Japan’s Hayabusa-2 spacecraft has been traveling through space for almost four years, and it has . The spacecraft has traveled all this way to a small asteroid, named Ryugu, for a singular purpose: to collect a piece of it and bring it back to Earth.
Hayabusa-2 is the successor to Japan’s original Hayabusa spacecraft, which visited the asteroid Itokawa in 2005. The original Hayabusa snatched a sample from Itokawa and brought it back for scientists to study. This was the first successful asteroid sample-return mission, and scientists learned so much from it that they decided to launch a second spacecraft to collect more asteroid material.
This time around, Hayabusa-2 is . The original Hayabusa visited an S-type asteroid, a lighter variety made mostly of silicon. Hayabusa-2, however, is visiting a C-type asteroid, which are far more common than S-types and are typically made of older material. Studying a C-type asteroid can tell us more about the rocky bodies in our solar system and what the system looked like when it was young.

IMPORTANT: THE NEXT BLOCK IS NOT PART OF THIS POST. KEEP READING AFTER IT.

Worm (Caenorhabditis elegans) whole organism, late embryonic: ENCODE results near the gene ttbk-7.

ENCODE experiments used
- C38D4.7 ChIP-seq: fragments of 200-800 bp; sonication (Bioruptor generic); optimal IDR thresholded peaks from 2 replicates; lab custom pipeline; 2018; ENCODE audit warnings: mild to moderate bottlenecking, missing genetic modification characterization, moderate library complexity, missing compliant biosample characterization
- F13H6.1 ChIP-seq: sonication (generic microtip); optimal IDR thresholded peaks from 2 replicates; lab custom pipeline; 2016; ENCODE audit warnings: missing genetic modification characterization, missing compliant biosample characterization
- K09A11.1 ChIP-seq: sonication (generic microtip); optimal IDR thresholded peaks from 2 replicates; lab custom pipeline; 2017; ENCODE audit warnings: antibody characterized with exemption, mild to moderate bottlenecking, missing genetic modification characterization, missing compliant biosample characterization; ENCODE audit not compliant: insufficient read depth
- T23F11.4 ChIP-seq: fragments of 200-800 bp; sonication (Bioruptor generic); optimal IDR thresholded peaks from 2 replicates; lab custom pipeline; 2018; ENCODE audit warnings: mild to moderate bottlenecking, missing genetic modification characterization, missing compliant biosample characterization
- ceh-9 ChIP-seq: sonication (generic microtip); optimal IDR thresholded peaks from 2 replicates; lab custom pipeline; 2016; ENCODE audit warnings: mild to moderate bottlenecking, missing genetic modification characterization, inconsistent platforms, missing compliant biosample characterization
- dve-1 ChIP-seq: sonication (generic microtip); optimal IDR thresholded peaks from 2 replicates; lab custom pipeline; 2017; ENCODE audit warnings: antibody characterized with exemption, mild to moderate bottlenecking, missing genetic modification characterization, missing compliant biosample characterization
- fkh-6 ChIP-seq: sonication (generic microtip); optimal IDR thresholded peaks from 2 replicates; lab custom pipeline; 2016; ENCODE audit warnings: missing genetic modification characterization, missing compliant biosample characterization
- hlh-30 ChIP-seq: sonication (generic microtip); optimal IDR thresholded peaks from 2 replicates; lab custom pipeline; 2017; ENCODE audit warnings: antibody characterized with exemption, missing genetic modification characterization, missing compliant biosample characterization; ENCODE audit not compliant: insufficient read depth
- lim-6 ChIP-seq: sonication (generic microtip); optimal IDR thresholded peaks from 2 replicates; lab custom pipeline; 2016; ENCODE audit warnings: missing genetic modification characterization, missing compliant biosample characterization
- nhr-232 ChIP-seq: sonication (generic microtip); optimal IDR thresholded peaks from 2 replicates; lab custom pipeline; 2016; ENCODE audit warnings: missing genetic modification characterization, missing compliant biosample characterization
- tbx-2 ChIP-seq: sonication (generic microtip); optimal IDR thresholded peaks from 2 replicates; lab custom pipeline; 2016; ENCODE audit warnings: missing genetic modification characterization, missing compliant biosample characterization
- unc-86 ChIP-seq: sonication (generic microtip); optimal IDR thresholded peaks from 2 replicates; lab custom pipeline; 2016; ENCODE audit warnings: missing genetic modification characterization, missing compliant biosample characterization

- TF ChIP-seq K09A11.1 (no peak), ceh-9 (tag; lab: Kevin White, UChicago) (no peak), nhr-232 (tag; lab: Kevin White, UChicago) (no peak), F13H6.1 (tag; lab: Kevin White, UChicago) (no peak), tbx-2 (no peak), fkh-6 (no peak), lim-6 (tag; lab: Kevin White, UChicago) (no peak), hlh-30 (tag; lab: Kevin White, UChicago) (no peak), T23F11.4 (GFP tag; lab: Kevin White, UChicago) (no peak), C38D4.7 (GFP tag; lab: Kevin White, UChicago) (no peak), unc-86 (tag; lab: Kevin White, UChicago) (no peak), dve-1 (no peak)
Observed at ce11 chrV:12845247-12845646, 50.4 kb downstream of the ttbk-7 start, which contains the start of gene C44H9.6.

Now that Hayabusa-2 has finally reached its target, it can begin the next phase of its journey: finding a suitable location to land and collect its sample. Over the next year and a half, Hayabusa-2 will study Ryugu in detail, collecting scientific data on the asteroid before finally landing and collecting its sample in 2019. Then, it will begin the journey back to Earth in 2020.
Once it arrives back home, scientists will study the sample to learn as much as they can about it—but we likely won’t have to wait until 2020 to get new discoveries from the Hayabusa-2 mission. The spacecraft is already sending back images of the asteroid that scientists can use to learn more about our solar system, which means the first real discovery made with Hayabusa data could happen very soon.